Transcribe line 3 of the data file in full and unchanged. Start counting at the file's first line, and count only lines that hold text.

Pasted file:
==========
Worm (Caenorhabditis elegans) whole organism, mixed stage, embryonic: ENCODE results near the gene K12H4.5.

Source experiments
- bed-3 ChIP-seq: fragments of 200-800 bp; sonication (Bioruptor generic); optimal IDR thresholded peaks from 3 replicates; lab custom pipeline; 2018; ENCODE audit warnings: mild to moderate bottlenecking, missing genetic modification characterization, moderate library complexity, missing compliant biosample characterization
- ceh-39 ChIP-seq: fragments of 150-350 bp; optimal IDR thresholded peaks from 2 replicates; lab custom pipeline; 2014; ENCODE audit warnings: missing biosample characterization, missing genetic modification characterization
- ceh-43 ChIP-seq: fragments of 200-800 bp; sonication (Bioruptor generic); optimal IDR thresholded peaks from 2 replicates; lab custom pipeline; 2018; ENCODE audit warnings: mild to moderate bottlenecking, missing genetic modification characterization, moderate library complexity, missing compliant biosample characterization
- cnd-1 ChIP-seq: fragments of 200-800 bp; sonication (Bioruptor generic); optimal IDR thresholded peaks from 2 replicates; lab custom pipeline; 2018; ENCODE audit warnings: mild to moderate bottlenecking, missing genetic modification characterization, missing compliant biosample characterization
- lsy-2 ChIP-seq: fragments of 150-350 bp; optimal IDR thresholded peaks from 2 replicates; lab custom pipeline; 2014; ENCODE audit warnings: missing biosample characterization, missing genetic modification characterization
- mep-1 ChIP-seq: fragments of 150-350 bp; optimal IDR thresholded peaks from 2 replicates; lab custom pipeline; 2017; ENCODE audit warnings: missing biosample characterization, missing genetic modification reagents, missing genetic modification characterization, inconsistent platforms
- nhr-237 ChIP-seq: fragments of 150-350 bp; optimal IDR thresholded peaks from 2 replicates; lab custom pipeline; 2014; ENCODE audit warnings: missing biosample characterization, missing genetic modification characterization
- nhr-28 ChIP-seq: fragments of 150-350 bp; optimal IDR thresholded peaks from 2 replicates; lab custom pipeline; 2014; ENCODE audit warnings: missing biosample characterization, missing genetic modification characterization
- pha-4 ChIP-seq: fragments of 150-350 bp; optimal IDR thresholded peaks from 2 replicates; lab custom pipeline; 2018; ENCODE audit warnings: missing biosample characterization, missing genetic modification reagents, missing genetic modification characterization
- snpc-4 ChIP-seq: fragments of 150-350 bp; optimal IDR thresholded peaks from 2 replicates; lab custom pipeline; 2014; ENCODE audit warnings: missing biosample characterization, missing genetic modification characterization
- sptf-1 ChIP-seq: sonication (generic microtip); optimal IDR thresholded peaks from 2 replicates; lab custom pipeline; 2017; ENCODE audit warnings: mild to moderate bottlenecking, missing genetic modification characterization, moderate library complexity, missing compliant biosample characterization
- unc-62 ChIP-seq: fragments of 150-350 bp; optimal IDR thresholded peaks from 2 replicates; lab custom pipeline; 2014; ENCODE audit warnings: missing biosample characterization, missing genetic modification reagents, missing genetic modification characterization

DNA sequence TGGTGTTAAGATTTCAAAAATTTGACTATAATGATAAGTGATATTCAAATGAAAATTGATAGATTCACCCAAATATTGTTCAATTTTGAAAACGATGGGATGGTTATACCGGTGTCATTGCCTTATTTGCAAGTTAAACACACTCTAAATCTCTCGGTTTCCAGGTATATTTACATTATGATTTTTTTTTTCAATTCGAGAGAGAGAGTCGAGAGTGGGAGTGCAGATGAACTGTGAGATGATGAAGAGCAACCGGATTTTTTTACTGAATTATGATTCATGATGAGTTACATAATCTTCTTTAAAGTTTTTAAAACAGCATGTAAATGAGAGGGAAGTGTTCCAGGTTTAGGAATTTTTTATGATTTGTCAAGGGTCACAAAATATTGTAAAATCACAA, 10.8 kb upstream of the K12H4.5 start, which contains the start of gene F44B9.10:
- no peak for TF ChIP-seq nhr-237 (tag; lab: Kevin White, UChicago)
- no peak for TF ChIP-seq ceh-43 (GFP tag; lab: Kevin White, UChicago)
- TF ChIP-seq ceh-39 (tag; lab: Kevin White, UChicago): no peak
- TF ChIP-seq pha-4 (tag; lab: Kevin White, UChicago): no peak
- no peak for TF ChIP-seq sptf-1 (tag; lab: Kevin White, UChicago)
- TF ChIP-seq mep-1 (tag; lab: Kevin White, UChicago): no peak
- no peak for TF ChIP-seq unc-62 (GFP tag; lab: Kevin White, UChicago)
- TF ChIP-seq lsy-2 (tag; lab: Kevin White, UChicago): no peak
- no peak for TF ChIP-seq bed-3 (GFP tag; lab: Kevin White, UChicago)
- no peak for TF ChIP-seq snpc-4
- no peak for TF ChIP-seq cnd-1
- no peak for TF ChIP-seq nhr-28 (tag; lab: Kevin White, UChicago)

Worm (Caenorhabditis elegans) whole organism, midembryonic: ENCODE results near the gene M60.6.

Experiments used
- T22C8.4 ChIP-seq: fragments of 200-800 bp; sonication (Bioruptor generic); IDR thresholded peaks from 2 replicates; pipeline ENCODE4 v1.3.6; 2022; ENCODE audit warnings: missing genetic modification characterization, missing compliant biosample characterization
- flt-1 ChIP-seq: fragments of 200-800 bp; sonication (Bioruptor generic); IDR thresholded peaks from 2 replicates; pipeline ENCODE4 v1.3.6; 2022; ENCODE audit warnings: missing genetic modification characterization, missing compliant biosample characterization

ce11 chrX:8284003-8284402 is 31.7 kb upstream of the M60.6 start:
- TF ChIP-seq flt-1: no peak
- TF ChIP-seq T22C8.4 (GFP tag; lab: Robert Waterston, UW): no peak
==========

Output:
- bed-3 ChIP-seq: fragments of 200-800 bp; sonication (Bioruptor generic); optimal IDR thresholded peaks from 3 replicates; lab custom pipeline; 2018; ENCODE audit warnings: mild to moderate bottlenecking, missing genetic modification characterization, moderate library complexity, missing compliant biosample characterization